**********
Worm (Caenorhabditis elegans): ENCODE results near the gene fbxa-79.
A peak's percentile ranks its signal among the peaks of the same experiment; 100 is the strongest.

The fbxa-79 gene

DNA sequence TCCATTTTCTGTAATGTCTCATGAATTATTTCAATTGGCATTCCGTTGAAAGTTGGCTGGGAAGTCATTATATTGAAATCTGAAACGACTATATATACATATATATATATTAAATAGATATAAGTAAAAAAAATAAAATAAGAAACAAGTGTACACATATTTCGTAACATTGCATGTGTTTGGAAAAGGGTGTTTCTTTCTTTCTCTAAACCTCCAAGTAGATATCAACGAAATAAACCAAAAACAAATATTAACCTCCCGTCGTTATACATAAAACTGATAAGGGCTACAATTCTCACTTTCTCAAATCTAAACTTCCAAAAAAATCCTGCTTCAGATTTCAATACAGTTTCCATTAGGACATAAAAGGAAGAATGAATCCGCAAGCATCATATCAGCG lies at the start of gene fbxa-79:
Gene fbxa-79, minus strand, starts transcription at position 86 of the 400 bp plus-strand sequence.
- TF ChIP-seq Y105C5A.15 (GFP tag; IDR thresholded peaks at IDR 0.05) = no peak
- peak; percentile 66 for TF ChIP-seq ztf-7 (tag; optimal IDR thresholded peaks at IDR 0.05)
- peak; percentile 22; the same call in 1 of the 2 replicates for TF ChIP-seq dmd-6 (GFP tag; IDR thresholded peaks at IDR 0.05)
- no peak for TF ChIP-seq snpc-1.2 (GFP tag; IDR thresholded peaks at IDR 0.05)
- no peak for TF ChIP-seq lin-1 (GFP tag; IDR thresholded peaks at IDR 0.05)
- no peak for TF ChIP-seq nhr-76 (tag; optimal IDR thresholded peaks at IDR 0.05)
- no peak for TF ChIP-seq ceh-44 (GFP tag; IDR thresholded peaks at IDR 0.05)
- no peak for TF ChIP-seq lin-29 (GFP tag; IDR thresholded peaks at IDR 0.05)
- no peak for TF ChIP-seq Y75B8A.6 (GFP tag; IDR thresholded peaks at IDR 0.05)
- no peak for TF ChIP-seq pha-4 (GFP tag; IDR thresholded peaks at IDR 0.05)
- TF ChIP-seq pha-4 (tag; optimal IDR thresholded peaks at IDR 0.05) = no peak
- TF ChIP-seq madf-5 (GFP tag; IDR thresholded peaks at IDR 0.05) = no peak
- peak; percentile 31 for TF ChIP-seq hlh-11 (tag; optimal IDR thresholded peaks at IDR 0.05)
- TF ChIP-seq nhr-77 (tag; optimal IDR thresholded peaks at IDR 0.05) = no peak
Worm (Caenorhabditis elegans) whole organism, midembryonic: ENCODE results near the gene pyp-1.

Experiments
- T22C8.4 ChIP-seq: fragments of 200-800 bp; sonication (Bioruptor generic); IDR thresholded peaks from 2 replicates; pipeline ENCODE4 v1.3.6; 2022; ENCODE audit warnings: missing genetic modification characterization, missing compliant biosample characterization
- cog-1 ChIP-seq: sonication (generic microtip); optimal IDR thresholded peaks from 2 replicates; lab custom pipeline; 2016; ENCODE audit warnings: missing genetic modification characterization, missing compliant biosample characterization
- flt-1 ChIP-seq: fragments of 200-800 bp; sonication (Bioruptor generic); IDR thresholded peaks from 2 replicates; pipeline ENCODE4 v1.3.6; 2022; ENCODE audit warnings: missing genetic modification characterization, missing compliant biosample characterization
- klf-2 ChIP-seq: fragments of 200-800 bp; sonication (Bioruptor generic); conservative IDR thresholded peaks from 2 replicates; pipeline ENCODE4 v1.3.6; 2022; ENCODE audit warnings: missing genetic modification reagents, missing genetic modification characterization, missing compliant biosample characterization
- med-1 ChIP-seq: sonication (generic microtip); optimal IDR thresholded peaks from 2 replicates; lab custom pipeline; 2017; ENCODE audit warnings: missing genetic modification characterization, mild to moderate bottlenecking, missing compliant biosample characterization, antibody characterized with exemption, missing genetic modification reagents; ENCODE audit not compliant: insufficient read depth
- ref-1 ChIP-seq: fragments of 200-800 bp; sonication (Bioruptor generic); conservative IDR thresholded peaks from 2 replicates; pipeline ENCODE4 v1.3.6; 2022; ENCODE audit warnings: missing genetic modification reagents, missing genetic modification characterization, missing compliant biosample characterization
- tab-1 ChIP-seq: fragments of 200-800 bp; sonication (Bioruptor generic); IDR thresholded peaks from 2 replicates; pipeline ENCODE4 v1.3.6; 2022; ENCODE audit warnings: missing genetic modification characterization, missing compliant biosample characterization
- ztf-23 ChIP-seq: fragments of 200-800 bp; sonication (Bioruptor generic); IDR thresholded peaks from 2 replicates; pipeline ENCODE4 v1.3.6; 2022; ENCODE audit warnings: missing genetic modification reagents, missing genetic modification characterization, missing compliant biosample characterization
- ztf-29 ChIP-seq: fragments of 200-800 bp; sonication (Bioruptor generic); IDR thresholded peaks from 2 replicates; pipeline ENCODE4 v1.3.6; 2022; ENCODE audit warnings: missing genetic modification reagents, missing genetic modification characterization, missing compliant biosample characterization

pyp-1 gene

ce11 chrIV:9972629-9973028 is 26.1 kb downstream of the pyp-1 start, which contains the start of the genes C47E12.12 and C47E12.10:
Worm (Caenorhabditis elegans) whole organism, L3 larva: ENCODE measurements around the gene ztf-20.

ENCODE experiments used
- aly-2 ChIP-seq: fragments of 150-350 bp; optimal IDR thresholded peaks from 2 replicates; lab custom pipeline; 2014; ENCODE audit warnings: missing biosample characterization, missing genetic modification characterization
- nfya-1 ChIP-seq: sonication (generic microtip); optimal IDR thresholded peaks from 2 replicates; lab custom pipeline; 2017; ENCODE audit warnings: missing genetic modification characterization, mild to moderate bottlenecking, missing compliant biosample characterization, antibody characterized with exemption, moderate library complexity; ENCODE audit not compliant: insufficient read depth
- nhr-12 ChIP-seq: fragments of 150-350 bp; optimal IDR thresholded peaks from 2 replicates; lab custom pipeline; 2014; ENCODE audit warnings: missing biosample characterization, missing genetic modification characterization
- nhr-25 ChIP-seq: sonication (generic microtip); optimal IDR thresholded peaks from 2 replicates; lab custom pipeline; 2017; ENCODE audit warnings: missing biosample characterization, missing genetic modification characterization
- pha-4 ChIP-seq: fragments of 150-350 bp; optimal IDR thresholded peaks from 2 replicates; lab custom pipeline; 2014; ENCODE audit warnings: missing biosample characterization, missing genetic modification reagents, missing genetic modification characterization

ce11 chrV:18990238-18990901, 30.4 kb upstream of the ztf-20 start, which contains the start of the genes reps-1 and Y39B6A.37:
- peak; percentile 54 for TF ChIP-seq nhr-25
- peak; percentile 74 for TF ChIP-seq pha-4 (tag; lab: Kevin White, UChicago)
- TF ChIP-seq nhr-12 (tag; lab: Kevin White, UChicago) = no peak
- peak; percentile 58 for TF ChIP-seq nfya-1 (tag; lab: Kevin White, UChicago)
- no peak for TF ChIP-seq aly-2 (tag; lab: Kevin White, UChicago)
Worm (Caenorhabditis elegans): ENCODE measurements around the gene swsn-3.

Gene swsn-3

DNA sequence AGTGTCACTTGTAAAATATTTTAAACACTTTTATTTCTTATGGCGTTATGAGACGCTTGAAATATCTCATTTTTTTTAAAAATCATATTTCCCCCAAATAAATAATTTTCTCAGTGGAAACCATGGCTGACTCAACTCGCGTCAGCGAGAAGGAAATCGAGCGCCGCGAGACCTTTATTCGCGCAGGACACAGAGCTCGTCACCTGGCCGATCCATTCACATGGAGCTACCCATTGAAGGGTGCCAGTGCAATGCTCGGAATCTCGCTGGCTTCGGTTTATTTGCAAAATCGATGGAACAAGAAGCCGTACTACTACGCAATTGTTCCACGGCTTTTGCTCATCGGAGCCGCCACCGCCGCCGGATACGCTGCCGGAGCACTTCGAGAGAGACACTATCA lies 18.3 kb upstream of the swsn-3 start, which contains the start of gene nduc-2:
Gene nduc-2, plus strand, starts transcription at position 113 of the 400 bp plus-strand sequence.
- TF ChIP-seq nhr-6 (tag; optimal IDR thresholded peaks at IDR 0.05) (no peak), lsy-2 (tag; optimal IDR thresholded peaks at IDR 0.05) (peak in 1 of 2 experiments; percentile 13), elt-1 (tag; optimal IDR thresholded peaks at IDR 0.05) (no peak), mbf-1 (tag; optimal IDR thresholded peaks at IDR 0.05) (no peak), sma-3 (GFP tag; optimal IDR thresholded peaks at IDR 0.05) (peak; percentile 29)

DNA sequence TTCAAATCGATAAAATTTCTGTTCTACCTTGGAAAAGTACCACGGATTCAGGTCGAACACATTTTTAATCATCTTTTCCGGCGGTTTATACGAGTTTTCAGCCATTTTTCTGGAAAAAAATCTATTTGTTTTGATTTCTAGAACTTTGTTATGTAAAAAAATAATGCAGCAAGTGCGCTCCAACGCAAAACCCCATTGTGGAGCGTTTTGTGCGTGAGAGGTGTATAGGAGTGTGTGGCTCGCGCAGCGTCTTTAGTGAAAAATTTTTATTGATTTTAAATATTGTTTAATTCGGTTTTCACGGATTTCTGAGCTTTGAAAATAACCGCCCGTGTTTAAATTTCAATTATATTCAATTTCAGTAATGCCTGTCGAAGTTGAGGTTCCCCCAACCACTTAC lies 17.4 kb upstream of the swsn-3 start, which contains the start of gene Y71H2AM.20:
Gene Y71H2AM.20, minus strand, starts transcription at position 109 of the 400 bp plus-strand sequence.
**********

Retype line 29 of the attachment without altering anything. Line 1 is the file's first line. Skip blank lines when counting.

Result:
- ztf-23 ChIP-seq: fragments of 200-800 bp; sonication (Bioruptor generic); IDR thresholded peaks from 2 replicates; pipeline ENCODE4 v1.3.6; 2022; ENCODE audit warnings: missing genetic modification reagents, missing genetic modification characterization, missing compliant biosample characterization